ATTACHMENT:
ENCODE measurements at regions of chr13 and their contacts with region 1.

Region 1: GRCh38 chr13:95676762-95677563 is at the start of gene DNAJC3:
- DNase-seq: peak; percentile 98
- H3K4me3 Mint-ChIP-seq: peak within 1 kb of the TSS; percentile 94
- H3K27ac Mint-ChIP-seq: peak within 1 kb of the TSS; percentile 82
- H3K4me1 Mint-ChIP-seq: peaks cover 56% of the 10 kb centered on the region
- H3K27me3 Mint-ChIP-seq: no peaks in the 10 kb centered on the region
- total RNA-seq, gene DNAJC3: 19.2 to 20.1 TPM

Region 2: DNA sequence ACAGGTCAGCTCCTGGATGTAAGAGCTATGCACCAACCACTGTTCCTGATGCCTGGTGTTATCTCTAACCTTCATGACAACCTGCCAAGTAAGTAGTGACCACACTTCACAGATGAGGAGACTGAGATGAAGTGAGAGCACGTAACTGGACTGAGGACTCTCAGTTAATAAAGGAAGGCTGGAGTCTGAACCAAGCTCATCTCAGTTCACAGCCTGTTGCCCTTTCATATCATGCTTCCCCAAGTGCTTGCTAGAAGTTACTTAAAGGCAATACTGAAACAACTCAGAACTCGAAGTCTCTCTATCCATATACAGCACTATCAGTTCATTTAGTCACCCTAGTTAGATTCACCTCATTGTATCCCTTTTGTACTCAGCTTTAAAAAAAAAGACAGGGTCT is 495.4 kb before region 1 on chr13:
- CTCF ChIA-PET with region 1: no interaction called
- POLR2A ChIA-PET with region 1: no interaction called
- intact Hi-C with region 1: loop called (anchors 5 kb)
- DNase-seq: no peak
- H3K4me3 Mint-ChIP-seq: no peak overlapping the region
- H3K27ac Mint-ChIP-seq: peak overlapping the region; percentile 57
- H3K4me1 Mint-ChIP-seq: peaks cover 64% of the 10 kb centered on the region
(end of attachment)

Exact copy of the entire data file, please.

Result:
ENCODE measurements at regions of chr13 and their contacts with region 1.

Region 1: GRCh38 chr13:95676762-95677563 is at the start of gene DNAJC3:
- DNase-seq: peak; percentile 98
- H3K4me3 Mint-ChIP-seq: peak within 1 kb of the TSS; percentile 94
- H3K27ac Mint-ChIP-seq: peak within 1 kb of the TSS; percentile 82
- H3K4me1 Mint-ChIP-seq: peaks cover 56% of the 10 kb centered on the region
- H3K27me3 Mint-ChIP-seq: no peaks in the 10 kb centered on the region
- total RNA-seq, gene DNAJC3: 19.2 to 20.1 TPM

Region 2: DNA sequence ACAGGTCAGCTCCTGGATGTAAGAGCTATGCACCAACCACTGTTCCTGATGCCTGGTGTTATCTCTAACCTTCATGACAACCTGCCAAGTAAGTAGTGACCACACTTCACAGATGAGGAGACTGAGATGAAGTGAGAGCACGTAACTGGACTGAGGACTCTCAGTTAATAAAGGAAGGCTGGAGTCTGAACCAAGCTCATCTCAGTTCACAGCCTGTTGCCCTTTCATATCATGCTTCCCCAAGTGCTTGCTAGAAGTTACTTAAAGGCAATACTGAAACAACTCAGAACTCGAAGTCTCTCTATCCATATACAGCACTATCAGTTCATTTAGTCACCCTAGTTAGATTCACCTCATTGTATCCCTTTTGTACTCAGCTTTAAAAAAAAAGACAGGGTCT is 495.4 kb before region 1 on chr13:
- CTCF ChIA-PET with region 1: no interaction called
- POLR2A ChIA-PET with region 1: no interaction called
- intact Hi-C with region 1: loop called (anchors 5 kb)
- DNase-seq: no peak
- H3K4me3 Mint-ChIP-seq: no peak overlapping the region
- H3K27ac Mint-ChIP-seq: peak overlapping the region; percentile 57
- H3K4me1 Mint-ChIP-seq: peaks cover 64% of the 10 kb centered on the region